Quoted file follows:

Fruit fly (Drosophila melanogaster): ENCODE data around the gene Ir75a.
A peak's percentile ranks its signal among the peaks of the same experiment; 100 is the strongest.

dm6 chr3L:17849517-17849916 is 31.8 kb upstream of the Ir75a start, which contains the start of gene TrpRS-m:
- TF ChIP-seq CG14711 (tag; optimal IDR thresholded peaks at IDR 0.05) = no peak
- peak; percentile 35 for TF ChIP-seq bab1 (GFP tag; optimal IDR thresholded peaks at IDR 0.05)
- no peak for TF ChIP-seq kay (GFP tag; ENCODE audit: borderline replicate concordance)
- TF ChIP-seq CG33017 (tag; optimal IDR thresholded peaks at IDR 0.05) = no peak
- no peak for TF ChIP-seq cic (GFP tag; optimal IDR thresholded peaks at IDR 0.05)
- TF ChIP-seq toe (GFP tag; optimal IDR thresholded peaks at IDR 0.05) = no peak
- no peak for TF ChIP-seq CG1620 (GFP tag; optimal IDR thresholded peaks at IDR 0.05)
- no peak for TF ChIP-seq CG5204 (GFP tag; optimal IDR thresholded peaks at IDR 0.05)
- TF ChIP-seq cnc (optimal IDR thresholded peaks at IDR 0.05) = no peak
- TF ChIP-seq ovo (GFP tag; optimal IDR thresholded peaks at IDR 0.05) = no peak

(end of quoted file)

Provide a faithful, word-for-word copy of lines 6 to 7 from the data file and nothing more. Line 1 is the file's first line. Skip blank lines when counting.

- no peak for TF ChIP-seq kay (GFP tag; ENCODE audit: borderline replicate concordance)
- TF ChIP-seq CG33017 (tag; optimal IDR thresholded peaks at IDR 0.05) = no peak